It's Whisky Week on Islay just now - the distilleries have been celebrating in style - read our exclusive report from world renowned whisky blogger Greg Dillon.
Whisky month on Islay
The Islay Festival 2015 confirmed one thing to me; whisky wants to be labelled. The age of a dram defines both the discipline of distilling, and the artistry which teases this discipline from its boundaries.
There is no way to evade the past on Islay; even if you inevitably wander through distillery tours peppered with iPads, futuristic pop-up bars and catchy Twitter handles. The bewitching coast and cliffs stand proudly above the milling crowds, a firm skeleton supporting the whisky trade, and consequently a reminder that they hold its heart.
The festival itself is, although one which will continue into its antique years, relatively youthful. But although Feis Ile began in 1986, its ethic is one of uniting the people and traditions of Islay which have resonated over thousands of years. My favourite part of the festival, dare I say it, is perhaps not even the amber nectar itself, but the people who come together to drink it. Without purporting to be a member of a cult, the whisky community is one of unrivalled magnetism.
In no other discipline is age worn so explicitly, boldly and proudly. Drinking the 1972 Ardbeg in the warehouse was a 43rdbirthday party like no other. However, it hurts me to admit that my number 1 highlight was in fact sipping on the 25 year old Laphroaig; a mad whisky which successfully seduced me in seconds.
Arbeg didn’t miss a trick at all, come to think of it. The distillery’s pop-up bar from the past paid homage to the smugglers and warring clans of the land it calls home. I’m sure Islay’s playful ghosts won’t disrupt any renewal of Ardbeg’s lease.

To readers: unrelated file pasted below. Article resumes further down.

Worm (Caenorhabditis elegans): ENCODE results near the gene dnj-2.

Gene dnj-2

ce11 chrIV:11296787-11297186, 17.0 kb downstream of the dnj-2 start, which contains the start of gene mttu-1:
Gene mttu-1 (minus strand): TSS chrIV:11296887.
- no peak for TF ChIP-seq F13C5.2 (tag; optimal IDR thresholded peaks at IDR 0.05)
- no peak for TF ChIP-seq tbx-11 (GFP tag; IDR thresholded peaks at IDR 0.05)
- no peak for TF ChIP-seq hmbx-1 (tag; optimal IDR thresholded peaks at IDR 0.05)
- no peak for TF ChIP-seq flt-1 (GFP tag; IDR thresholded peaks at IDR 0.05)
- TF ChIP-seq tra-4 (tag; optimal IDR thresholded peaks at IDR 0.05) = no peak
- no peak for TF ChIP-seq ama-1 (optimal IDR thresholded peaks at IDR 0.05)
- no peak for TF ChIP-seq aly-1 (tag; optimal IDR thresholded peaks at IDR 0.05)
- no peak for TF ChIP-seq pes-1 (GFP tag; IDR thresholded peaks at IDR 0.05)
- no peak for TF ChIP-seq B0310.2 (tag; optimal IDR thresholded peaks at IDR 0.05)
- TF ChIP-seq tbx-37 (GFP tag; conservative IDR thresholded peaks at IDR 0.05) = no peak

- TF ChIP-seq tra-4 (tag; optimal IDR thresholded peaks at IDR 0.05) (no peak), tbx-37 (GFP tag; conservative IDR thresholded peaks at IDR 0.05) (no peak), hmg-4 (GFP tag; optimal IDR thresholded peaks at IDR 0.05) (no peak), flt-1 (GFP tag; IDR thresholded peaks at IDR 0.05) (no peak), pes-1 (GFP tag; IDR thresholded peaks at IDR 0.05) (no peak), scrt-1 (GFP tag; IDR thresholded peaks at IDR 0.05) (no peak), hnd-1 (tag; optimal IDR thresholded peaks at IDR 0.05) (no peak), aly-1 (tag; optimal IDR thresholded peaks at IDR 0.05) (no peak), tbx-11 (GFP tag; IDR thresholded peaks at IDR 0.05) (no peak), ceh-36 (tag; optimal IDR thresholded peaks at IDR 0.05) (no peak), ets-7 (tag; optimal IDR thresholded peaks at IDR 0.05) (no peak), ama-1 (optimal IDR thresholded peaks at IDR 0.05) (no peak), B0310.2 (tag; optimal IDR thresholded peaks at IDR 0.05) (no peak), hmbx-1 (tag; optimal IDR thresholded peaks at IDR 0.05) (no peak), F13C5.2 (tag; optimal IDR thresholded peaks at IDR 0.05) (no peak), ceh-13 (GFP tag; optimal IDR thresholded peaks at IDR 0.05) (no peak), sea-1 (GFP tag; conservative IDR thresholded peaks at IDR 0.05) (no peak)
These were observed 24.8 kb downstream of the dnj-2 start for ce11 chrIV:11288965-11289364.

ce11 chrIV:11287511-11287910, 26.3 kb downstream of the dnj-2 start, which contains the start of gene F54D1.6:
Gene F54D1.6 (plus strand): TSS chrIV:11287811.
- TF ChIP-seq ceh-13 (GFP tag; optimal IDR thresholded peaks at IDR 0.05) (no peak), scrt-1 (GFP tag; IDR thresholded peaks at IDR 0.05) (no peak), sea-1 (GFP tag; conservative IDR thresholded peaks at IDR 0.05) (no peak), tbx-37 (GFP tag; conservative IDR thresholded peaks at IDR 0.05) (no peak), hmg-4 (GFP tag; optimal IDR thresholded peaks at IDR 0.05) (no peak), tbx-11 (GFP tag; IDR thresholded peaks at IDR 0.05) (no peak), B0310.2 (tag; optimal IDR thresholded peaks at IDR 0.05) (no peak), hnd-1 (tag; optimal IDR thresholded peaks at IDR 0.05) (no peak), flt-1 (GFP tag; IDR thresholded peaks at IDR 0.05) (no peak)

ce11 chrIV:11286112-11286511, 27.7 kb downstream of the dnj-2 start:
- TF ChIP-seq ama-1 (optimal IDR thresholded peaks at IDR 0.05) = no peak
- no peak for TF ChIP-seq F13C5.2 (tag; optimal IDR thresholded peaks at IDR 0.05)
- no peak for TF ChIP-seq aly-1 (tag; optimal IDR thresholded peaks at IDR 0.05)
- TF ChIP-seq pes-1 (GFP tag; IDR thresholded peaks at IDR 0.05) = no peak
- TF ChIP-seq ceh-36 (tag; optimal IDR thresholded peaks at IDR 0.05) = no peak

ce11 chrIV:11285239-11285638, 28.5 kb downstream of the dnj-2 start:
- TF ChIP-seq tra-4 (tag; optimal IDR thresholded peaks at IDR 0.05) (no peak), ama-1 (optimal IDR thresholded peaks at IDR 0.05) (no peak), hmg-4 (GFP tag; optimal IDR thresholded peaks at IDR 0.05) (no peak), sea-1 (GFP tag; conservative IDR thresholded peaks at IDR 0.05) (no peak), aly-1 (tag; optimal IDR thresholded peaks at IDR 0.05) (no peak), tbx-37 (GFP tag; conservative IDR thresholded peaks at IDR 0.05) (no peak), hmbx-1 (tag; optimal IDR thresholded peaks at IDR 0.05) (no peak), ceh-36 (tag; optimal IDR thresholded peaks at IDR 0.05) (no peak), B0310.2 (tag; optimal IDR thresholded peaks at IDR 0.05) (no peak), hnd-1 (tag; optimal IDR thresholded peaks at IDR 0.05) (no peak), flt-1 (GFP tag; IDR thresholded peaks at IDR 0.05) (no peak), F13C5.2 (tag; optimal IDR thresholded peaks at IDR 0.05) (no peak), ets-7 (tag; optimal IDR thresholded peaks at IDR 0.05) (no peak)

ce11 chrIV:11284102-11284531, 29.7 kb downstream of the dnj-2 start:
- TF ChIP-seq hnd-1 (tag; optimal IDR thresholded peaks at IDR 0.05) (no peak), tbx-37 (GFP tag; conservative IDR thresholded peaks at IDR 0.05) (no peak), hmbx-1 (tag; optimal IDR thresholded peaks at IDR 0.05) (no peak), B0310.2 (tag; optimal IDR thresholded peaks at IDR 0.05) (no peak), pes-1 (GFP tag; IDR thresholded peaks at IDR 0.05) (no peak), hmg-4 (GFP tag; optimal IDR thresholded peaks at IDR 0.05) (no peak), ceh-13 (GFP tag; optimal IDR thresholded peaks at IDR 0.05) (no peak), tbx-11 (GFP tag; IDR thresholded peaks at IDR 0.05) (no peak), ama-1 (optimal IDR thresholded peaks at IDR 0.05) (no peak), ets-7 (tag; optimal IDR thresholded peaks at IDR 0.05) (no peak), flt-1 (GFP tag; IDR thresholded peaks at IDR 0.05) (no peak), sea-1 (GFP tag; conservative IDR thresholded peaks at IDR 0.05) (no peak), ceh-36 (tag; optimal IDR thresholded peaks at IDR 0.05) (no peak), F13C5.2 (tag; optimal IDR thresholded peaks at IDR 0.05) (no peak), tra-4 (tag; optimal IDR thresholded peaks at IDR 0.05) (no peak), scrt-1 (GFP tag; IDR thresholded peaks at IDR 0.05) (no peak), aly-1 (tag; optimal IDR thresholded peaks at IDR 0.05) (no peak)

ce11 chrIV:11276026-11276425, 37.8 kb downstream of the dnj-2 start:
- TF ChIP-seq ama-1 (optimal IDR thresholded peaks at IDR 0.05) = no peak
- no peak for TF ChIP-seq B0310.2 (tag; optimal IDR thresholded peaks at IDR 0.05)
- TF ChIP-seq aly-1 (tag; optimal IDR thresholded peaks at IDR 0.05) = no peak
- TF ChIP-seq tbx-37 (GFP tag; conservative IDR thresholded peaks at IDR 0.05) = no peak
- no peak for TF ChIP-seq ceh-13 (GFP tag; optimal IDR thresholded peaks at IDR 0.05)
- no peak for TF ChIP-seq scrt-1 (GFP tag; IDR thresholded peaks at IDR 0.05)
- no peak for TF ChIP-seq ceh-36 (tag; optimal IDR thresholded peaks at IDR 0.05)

Arriving to the Lagavulin Distillery in a speedboat, I admit, reminded me that modernity has its humble appeals. But as soon as I was back chatting to David at Laphroaig, a man who has worked there for over 30 years and has a tale to tell for every one of those, I realised that the story-telling power of history holds far more water for me.
History is of course, what links Islay with the inscrutable Oban. Such a fiery, peaty malt as Oban earns the land a sphinxlike reputation, yet back in 1799 it was Islay which caused an unlawful stir. The owners of the Oban Brewery Company, Hugh and John Stevenson, complained that there was unfair competition from Islay smugglers. Oban is known as a place where the Highlands meet the islands, but it appears it is also the realm in which rogues were challenged with rule.
The small lantern-shaped copper pot stills, lashings of peat and heather and the wooden worm tubs which sit on Oban’s rooftops, are all elements preserved from another era. The craftsmanship of Oban’s fruity malt was born centuries ago, and suggests no intention to cave to modern mechanics.
Oban is a maritime spirit which a Georgian sailor could sip today, and remain unsuspicious of any time having passed. This hardy history is entwined with Islay’s; but although Oban pitched a successful argument against the island’s smugglers, Islay continues to excel in rebellion, by throwing a damn good party every year.
Look out for special reports on the Oban Distillery and brand coming to GreatDrams.com this summer.
Written by Greg Dillon, an award-winning whisky blogger, authors and brand consultant. You can find out what is going on in the world of whisky over at his dedicated site GreatDrams.com.
Greg will also be visiting Oban Distillery later this year as the Oban 14 Year Old Malt is on his 'bucket list'.